Ole Coltrane

January 1, 1998 | Format: MP3

$9.49
Song Title
Time
Popularity  
1
18:18
2
10:49
3
7:45
4
9:00


Product Details

  • Original Release Date: January 1, 1998
  • Release Date: January 1, 1998
  • Label: Rhino Atlantic
  • Copyright: 2005 Atlantic Recording Corp. Manufactured & Marketed by Warner Strategic Marketing
  • Record Company Required Metadata: Music file metadata contains unique purchase identifier. Learn more.
  • Total Length: 45:52
  • Genres:
  • ASIN: B00122DBHY
  • Average Customer Review: 4.8 out of 5 stars  See all reviews (38 customer reviews)
  • Amazon Best Sellers Rank: #79,968 Paid in Albums (See Top 100 Paid in Albums)

Customer Reviews

4.8 out of 5 stars
5 star
30
4 star
7
3 star
1
2 star
0
1 star
0
See all 38 customer reviews
All the musicianship is great.
Forest Evermore
Of all the albums John Coltrane made for Atlantic in 1959-61, "Ole Coltrane" is the most often overlooked, yet it is one of his great early masterpieces.
Michael B. Richman
Coltrane's 4 minute solo to close out the piece is incredible, one of his best ever on the soprano.
G B

Most Helpful Customer Reviews

44 of 46 people found the following review helpful By Tyler Smith on February 23, 2000
Format: Audio CD
Despite some big names gracing it ("Giant Steps," "My Favorite Things"), Coltrane's Atlantic discography sometimes gets overlooked. "Ole," released in 1961, is one of Coltrane's better, if often overlooked, Atlantic releases.
The CD benefits greatly from the inclusion of "To Her Ladyship," which first appeared as an "Untitled Original Ballad" on the Atlantic vinyl release "The Coltrane Legacy." It's a fine example of Coltrane's lyrical power with a ballad, and he is aided by Eric Dolphy on flute and Freddie Hubbard on trumpet, both in fine form. With these three, the ballad is never sappy or cloying. Instead, it's a powerful emotional statement.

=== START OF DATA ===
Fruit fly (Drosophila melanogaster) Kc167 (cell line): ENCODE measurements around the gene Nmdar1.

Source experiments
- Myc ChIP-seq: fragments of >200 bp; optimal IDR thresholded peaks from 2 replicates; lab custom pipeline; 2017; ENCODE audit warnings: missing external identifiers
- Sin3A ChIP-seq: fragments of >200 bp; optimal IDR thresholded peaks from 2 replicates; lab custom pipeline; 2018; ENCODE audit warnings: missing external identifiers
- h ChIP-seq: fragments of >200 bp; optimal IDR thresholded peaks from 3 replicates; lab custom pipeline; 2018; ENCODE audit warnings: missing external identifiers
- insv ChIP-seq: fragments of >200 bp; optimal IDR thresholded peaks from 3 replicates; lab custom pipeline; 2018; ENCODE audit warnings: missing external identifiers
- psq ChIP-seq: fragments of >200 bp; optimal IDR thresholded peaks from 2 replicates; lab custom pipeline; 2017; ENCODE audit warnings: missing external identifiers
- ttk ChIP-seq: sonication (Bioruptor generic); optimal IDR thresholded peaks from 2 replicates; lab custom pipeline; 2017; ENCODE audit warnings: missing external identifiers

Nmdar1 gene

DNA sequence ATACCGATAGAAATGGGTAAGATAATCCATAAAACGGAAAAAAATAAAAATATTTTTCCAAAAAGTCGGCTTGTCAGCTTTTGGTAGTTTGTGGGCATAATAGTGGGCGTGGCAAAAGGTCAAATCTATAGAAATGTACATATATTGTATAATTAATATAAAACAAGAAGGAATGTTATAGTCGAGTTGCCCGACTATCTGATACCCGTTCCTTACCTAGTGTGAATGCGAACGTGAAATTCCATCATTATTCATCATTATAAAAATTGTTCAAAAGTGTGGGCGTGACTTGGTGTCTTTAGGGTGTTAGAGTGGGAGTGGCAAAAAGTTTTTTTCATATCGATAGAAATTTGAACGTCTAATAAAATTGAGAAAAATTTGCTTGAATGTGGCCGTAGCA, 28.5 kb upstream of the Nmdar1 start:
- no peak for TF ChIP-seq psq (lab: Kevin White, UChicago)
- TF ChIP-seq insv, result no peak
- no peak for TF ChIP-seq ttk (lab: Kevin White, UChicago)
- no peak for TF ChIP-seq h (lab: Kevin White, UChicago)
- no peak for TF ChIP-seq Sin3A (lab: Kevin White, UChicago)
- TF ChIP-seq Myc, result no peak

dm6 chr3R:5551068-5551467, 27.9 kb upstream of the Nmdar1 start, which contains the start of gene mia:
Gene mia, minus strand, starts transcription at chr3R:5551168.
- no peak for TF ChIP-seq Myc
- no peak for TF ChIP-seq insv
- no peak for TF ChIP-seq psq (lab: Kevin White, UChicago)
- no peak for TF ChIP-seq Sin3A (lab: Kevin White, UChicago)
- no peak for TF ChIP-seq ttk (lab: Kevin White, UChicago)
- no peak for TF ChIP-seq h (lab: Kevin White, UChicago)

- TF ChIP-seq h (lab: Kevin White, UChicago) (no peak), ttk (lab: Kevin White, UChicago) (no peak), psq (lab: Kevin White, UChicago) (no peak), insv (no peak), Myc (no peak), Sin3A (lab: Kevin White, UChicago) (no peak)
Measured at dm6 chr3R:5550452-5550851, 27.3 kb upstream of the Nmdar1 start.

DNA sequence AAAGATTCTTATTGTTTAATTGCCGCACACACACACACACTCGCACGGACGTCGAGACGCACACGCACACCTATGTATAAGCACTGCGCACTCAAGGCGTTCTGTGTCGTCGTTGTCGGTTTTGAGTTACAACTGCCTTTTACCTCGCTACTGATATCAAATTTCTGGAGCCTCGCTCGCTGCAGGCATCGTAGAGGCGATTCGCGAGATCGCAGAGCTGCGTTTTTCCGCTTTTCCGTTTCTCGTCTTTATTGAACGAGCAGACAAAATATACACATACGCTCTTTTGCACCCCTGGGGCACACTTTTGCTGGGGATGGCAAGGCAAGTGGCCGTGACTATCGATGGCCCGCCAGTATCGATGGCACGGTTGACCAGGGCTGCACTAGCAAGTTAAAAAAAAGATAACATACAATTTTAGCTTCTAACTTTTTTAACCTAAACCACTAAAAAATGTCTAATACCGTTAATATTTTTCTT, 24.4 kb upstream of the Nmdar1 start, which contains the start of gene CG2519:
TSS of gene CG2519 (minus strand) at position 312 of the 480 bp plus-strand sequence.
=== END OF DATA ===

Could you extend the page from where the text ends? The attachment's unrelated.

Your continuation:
Another high point is the delicate McCoy Tyner composition "Aisha." Coltrane limns the melody with little or no embellishment, letting the tune's lovely melody carry the listener along.
The title tune, however, allows Coltrane to unleash his power, which emerges in a searing soprano solo that I can never listen to without getting completely swept up. Coltrane used the two-bass drone (Reggie Workman and Art Davis), over which all the players soar, including Dolphy (disguised on the original release as "George Lane" because of contractual problems), who again displays his prowess on flute.
For listeners interested in chronicling Coltrane's musical journey, this is a great CD to have. He explores minor, Eastern-based themes and displays his touch with a ballad. The great quartet had not yet formed (Jimmy Garrison is absent here), but it's getting close. And the inclusion of Dolphy presages the Impulse release, "Live at the Village Vanguard," which displays Eric's short tenure with the band.
Comment Was this review helpful to you? Yes No Sending feedback...
Thank you for your feedback. If this review is inappropriate, please let us know.
Sorry, we failed to record your vote. Please try again
27 of 27 people found the following review helpful By John P. Morgan VINE VOICE on April 28, 2006
Format: Audio CD
I know that I'll probably get flack for saying this, but this recording might even be a little better than Coltrane's masterpiece, A Love Supreme...okay, okay...it's not better because it is in a class all by itself and cannot be judged as better than/worse than. it's something that stands out all on its own.

It's only four songs, but each one is just a mindblower. The title track is crazy good. I remember listening to it with my then girlfriend (now my wfe) and she said, "What's this cacaphony?" To this day I still harbor a bit of resentment towards her for saying that because to me that piece of music just pulls out all the stops and makes you realize that Coltrane was no ordinary composer...no ordinary musician...no ordinary human being.